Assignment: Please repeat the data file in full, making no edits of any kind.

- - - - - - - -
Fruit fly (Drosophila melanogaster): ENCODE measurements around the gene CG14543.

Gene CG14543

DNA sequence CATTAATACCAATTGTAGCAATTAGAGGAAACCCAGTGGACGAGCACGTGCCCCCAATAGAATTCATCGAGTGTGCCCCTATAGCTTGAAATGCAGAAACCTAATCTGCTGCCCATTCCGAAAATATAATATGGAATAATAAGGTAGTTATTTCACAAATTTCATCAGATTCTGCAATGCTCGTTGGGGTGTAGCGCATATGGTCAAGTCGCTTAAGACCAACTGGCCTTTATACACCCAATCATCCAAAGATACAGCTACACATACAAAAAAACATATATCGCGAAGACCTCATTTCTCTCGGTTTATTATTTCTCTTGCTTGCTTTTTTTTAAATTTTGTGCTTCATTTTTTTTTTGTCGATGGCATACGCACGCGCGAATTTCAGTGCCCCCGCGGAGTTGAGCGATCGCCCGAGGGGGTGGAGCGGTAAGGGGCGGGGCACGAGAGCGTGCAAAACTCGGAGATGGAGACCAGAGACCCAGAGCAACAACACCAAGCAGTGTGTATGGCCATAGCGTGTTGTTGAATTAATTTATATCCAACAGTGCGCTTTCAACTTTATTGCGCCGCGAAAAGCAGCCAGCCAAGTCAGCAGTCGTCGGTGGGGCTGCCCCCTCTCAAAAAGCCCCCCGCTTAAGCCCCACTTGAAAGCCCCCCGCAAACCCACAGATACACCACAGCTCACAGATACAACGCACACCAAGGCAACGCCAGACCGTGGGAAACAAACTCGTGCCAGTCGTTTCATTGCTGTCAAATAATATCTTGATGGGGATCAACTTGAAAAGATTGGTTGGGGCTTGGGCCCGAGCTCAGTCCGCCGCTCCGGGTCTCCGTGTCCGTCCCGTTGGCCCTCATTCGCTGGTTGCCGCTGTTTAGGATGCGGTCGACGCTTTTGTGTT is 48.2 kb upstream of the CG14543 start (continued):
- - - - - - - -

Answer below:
Fruit fly (Drosophila melanogaster): ENCODE measurements around the gene CG14543.

Gene CG14543

DNA sequence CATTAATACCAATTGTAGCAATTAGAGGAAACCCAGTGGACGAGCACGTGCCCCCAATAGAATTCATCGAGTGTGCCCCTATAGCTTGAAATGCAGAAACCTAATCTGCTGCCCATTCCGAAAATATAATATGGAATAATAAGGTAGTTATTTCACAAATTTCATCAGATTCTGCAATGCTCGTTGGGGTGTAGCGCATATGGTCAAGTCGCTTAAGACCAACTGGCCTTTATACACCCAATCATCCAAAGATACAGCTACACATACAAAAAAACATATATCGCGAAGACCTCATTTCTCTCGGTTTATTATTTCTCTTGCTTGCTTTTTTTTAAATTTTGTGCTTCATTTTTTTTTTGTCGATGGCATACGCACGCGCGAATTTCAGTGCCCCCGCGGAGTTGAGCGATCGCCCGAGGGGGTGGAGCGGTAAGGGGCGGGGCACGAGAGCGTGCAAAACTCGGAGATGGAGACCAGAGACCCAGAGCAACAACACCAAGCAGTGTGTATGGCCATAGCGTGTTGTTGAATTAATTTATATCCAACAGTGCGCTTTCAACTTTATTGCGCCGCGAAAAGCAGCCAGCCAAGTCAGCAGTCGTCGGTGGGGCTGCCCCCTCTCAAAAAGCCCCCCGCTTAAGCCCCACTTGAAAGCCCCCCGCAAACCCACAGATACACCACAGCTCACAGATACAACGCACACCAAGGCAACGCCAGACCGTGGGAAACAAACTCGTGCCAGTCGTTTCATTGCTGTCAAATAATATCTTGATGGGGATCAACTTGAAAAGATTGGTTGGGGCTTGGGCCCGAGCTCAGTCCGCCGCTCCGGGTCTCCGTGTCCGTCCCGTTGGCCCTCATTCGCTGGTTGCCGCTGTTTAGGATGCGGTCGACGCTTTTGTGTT is 48.2 kb upstream of the CG14543 start (continued):